Publication Type: Conference Paper/Unpublished Manuscript
Review Method: Peer Reviewed
Abstract: HIV/AIDS has been criminalized in many jurisdictions, including Australia. HIV transmission offenders have been constructed upon panics about cultural, medical and legal Otherness. Dis-eased bodies are prosecuted because of compound transgressions – HIV status, race and sexuality. The HIV transmission story is reflected and imagined through the textual crimes of offences against the person. This crimino-legal tale flickers its own imagination onto the cultural landscape where consensual desires are silenced in honour of the tragedy of the reckless or intentional HIV transmission offender. HIV infectivity is translated as an injury committed by one party against another. But, the crimino-legal narrative of HIV transmission offences speaks about the policing of desire, just as much as it does about the regulation of Other infectious bodies – as illness and illegality.
This paper explores the trajectory of the infamous Neal case in Victoria. The defendant, Michael Neal, was sentenced to 18 years jail for inter alia HIV-related offences in 2009, which was reduced to 12 years jail on appeal.
It begins with an examination of media coverage of the case, in which Neal was portrayed as an evil, vindictive criminal in television and newspaper reports. His monstrous culpability was compounded by the sub-text of bisexuality and hedonism, but also his implied transcendence from heteronormativity to homodeviance. He was described as a (heterosexual) grandfather who was married for many years before succumbing to a predatory life of homosexual recklessness. Neal became the noughties poster-boy of debauchery and criminal sexuality. His sexuality was located within various esoteric, depraved and rapacious imaginations, such as sadomasochism, gay orgies and conversion parties. He became a simulacrum of the ‘grim reaper’ of early Australian AIDS campaigns whereby he signified an indeterminate HIV risk for multiple unknown innocents. He was both risky and culpable. This paper will explore the construction of his risky criminal identity within the socio-legal imagination of HIV transmission criminality.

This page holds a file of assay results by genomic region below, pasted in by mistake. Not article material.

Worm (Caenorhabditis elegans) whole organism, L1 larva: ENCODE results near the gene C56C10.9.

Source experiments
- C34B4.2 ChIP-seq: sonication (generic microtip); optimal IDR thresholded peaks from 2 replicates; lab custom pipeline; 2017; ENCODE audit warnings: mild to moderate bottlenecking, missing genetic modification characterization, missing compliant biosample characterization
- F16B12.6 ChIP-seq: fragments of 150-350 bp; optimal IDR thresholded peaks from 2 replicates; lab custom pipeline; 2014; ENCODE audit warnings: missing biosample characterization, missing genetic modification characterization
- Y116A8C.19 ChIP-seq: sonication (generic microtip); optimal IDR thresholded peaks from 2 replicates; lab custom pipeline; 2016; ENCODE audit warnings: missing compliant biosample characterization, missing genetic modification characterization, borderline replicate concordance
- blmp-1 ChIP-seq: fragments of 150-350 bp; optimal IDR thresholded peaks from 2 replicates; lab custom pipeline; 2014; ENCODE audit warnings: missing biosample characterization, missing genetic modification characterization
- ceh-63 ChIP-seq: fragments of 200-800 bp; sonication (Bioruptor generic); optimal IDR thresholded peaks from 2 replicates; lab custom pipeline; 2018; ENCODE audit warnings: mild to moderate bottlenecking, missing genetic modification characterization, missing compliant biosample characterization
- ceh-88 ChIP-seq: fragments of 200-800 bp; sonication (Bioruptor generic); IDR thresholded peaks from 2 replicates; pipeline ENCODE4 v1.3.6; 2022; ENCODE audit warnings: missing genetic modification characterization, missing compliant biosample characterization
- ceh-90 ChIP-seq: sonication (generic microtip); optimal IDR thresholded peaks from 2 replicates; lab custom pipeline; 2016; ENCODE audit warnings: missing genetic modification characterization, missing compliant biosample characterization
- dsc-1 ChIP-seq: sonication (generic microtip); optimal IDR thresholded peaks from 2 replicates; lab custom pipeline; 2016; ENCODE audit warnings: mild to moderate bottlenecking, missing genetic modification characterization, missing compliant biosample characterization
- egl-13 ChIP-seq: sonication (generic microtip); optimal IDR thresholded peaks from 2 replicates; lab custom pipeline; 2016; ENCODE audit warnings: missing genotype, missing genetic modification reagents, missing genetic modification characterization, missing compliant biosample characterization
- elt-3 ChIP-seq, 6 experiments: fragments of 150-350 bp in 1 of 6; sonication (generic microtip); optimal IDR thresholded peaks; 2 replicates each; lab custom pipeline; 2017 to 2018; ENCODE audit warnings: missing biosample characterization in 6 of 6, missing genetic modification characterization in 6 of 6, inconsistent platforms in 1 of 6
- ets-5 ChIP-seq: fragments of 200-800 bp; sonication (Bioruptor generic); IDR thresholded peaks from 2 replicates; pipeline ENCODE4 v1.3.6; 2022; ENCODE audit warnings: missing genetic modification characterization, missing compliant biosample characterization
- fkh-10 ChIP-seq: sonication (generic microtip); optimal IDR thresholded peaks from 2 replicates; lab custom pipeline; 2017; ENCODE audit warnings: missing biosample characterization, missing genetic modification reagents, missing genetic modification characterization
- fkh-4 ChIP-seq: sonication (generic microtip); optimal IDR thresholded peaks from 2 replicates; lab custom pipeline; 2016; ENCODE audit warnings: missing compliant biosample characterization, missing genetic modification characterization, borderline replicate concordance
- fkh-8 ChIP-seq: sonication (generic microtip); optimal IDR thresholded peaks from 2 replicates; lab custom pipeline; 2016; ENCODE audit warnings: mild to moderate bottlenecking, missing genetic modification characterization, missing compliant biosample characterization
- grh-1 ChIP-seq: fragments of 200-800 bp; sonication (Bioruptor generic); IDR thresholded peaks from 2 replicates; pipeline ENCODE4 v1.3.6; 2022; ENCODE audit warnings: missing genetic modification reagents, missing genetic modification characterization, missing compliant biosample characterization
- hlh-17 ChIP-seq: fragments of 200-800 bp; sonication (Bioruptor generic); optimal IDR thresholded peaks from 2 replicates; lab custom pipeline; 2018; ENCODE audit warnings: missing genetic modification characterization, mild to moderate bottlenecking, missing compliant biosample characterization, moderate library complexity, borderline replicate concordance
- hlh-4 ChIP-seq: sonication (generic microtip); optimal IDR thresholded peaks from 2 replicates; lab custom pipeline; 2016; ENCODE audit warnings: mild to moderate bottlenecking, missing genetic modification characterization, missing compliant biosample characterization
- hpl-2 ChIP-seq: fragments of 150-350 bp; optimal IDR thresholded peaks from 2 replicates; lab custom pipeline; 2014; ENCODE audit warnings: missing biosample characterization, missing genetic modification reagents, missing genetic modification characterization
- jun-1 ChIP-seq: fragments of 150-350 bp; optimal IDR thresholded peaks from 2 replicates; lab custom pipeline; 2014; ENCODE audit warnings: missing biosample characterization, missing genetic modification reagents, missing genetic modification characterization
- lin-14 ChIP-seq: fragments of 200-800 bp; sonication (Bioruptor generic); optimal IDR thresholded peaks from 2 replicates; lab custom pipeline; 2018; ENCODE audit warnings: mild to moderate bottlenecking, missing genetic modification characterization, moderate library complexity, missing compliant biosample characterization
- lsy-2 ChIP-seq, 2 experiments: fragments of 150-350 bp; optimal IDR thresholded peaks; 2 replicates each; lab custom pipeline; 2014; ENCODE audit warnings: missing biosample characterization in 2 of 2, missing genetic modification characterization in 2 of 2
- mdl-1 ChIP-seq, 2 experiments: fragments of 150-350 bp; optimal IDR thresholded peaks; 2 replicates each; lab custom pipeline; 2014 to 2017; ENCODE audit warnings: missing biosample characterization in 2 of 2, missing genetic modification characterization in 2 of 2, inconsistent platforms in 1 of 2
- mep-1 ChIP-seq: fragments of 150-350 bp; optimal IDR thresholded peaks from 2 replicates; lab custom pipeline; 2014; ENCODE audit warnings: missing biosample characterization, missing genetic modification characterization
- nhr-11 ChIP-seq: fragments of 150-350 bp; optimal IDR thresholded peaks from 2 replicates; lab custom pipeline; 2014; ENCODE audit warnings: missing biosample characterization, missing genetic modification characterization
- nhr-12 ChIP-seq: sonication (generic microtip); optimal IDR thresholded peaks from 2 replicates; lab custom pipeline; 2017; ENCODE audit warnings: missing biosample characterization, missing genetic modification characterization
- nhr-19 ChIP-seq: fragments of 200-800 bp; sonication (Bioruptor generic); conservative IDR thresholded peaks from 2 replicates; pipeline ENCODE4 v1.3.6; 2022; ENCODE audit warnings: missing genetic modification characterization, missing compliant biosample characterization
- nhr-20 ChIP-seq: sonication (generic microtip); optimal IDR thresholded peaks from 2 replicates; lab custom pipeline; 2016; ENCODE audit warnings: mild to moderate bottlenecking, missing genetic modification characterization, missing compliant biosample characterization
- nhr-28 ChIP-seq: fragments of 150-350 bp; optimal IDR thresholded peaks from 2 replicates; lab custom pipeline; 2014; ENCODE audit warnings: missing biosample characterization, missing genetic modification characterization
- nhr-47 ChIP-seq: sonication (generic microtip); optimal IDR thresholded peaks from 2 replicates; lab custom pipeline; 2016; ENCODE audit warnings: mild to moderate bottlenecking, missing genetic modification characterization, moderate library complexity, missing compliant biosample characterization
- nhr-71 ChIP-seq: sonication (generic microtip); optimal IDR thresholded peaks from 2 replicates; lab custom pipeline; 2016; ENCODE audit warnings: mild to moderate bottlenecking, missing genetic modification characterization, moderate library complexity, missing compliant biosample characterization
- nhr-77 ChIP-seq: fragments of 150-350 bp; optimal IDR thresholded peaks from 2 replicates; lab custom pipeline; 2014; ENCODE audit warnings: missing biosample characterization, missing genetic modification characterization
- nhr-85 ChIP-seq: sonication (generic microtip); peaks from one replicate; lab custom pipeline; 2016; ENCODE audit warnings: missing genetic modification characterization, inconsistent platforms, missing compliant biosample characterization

The paper will conclude with a discussion of the appeal. This has been one of the very few HIV-related criminal cases that has gone to appeal, with most other defendants entering guilty pleas. The paper will explore possible legal ramifications this appeal may have for future prosecutions and how this judgment could challenge the criminalisation of HIV risk.

2013 - International Communication Association Words: 221 words || 
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4. Frosh, Paul. "Sticks and Stones: Media Ubiquity, Victimhood, and the Expansion of Offence" Paper presented at the annual meeting of the International Communication Association, Hilton Metropole Hotel, London, England, <Not Available>. 2019-12-11 <http://citation.allacademic.com/meta/p634618_index.html>
Publication Type: Session Paper
Abstract: Can there be discourse without harm? The etymology of the word ‘offence’–- combining senses of sin, insult, grievance, and military aggression--suggests that the injuries of discourse traverse the boundaries between the symbolic and the physical. This paper proposes a threefold conceptual framework for grasping the contemporary expansion of offence: 1) the ubiquity of networked digital devices has greatly increased connectivity between possible offenders and ‘offendees’ as well as the likelihood of recording potentially offensive occurrences; 2) the modern expansion of the category of victimhood from physical violence to more diffuse harms means that one can be a ‘victim’ of bodily assault, but also of fashion, circumstances, and the insults of others; 3) the redefinition of group rights around cultural identity within a politics of recognition means that claims of discursive victimhood have become crucial forms of capital: offence is increasingly a ritual public display in a struggle for legitimation.

Paul Frosh is Associate Professor in the Department of Communication and Journalism, and Distinguished Scholar at the Rothberg International School of the Hebrew University of Jerusalem. He has written and edited four books, including The Image Factory: Consumer Culture, Photography and the Visual Content Industry (2003) and Media Witnessing: Testimony in the Age of Mass Communication (2009, edited with Amit Pinchevski). The Poetics of Media: Imagination and Communication, is forthcoming from Polity Press.